Proven Practice #3Schools should design and implement programs that provide students with the opportunity to apply what they learn through performing community service that is linked to the formal curriculum and classroom instruction. Service Learning Touchet School students extend Project Citizen campaigns well beyond the classroom. They have formed a school and community Park Advisory Board to work on park beautification, planting shrubs and laying underground sprinklers. Following a data-gathering effort that included counting cars and recording other traffic-related information, Touchet students also made recommendations to the Department of Transportation on a highway relocation project in their town.
Proven Practice #4Schools should offer opportunities for young people to get involved in their schools or communities outside of the classroom. Extracurricular Activities Art (painting, photography, creative writing), Church, Clubs (chess, mathletes, mock trial, debate, drama, animé club, film club, skateboarding club, diversity/minority groups), Hobbies (rocketry, model railroads, collecting, blogging, quilting), Media,( local television, radio, or newspaper, yearbook staff, school newspaper, literary journal, blogging) Military (Junior ROTC, drill team); Music (chorus, band, orchestra), Sports (football, basketball, baseball, hockey, track, gymnastics, dance, lacrosse, swimming, soccer, skiing), Student Government (student council, prom committee, community youth board, Youth Traffic Court, advisory boards), Volunteer Work (Key Club, Habitat for Humanity, tutoring and mentoring, community fund-raising, Rotary, hospital work, candy striping, animal rescue, nursing home work, poll worker, creating hiking trails, Adopt-a-Highway) Following a full day of training at the 2013 Youth Summit, students review their position papers before meeting with local representatives of the Washington State Legislature.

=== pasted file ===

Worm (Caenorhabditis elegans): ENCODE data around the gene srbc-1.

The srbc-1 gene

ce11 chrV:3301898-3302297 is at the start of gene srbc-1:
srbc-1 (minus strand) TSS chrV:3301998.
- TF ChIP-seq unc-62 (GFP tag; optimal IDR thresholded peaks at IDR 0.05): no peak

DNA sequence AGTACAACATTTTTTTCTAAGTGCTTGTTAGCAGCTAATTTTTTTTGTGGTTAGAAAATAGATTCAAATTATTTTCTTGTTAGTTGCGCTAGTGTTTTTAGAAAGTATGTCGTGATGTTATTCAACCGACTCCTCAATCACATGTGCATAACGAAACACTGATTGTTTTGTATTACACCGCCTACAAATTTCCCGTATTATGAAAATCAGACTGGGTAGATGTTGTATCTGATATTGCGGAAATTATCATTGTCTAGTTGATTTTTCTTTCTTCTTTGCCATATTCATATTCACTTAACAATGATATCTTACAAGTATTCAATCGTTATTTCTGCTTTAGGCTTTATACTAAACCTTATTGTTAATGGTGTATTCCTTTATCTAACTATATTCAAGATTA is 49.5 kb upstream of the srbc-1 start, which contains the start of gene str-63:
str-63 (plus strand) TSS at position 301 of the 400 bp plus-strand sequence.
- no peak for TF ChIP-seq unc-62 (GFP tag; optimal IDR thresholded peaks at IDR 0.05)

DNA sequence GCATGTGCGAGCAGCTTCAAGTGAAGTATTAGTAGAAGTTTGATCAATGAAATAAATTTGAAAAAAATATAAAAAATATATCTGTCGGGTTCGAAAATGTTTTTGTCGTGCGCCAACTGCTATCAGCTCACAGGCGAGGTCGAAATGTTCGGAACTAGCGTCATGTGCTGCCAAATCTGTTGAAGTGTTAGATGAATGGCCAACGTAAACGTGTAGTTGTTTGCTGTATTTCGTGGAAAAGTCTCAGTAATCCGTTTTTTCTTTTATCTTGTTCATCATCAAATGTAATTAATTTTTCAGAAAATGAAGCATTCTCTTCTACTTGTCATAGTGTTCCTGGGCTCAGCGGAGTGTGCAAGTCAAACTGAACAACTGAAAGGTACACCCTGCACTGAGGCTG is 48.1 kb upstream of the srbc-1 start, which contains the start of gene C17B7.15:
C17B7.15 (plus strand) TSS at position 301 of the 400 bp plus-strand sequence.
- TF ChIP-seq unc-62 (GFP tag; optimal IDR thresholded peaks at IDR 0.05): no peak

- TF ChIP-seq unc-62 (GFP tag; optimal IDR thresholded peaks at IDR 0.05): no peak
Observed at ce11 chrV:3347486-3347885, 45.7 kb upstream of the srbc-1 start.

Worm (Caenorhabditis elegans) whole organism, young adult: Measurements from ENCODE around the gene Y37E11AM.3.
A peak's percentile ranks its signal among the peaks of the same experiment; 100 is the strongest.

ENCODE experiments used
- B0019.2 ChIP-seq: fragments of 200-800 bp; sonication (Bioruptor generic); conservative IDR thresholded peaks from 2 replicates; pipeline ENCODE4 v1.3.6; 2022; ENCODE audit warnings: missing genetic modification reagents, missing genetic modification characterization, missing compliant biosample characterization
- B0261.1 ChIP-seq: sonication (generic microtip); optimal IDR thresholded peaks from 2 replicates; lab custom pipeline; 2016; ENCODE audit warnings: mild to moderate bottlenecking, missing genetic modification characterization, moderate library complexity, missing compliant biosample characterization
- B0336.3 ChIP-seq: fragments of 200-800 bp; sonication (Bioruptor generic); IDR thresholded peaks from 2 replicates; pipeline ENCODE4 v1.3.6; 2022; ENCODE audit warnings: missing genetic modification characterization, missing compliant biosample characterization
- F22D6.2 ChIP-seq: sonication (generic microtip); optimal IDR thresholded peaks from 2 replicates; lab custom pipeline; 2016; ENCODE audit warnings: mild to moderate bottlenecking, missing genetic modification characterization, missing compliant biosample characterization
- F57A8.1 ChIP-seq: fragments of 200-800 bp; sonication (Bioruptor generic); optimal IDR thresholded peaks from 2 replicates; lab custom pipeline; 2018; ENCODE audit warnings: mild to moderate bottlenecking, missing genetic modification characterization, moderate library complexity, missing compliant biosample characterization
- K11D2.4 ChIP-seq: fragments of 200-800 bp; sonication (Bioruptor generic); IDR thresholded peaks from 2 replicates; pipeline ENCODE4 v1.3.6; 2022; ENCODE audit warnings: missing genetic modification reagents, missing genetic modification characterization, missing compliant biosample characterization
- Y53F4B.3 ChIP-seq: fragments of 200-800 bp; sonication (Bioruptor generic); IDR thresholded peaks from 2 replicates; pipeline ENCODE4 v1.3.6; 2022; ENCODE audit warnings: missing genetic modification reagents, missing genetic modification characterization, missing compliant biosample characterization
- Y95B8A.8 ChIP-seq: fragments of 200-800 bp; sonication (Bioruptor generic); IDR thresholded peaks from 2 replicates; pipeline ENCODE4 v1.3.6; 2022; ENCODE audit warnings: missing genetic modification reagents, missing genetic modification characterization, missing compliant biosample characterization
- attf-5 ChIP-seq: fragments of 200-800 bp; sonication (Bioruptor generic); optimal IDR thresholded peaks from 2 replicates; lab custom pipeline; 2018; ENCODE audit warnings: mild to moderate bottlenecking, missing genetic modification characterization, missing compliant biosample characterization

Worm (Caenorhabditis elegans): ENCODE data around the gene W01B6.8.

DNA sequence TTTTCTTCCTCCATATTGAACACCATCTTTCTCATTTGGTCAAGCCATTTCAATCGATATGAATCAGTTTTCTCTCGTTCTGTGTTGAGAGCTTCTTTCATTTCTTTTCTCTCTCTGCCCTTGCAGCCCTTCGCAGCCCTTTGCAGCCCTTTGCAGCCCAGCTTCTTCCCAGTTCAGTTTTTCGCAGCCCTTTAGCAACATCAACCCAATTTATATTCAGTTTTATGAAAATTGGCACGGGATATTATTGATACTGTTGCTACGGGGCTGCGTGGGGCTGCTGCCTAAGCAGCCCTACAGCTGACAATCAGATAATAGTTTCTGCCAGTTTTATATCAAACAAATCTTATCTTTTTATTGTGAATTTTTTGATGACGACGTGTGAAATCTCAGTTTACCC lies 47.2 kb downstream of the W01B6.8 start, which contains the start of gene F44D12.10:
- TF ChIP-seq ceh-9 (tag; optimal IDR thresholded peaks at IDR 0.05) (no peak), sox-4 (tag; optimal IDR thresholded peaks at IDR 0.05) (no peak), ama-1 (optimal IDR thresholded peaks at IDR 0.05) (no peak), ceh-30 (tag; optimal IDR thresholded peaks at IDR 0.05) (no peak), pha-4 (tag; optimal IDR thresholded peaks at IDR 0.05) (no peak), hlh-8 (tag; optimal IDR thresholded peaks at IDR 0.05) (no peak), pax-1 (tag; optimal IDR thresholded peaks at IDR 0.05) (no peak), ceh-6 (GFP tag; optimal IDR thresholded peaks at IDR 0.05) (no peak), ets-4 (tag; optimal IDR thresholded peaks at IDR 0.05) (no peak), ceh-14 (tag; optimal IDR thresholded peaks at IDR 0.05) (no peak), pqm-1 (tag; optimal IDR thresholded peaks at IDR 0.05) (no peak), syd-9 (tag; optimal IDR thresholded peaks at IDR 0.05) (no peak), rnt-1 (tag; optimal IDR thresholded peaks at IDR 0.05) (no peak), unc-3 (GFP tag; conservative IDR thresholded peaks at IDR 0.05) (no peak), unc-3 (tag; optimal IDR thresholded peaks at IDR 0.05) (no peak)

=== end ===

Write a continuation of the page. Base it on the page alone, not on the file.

Proven Practice #5Schools should encourage student participation in school governance. Youth Ambassadors (YA) is a diverse community of committed and inspiring teens from middle schoolers to university students. This group of young leaders strives to connect to their communities through the power of compassion. At Cleveland High School YA has become a change agent by addressing school attendance and tardiness issues through a peer mentoring program. Youth Ambassadors worked with faculty to conduct a Data-in-a-Day (DIAD) event this year. School Governance Raising Student Voice and Participation is a student engagement program aligned with school reform. Student council leaders plan and facilitate a series of Student Summits that engage the entire student body in dialogues. RSVP asks student what they care about, what proposals they have for community and school improvement, and what actions can be taken, in cooperation with adults, to implement their ideas for positive change. Youth Ambassadors at Cleveland High School For more information on RSVP, contact Washington Association of Student Councils (WASC) or Susan Fortin at email@example.com. For more information on YA, contact Executive Director Lori Markowitz at <firstname.lastname@example.org>.
Proven Practice #6Schools should encourage students to participate in simulations of democratic processes and procedures. Simulations of Democratic Processes Two Exemplars in Washington State Storypath (Pictured here) Margit Mcquire, Ph.D, Director of Teacher Education | College of Education | Seattle UniversityEmail: email@example.com Model United Nations (at Bothell High School) Rhonda McGee Teacher on Special Assignment (TOSA) for Social Studies & Technology Northshore School District Email: firstname.lastname@example.org
If you would like to join a statewide effort to provide powerful civic education for every student in Washington, please contact: Carol Coe, Social Studies Program Supervisor Office of Superintendent of Public Instruction Phone: 360-725-6351 Email: email@example.com Twitter: @WeRS2C3 Help place the six proven practices in every school in Washington State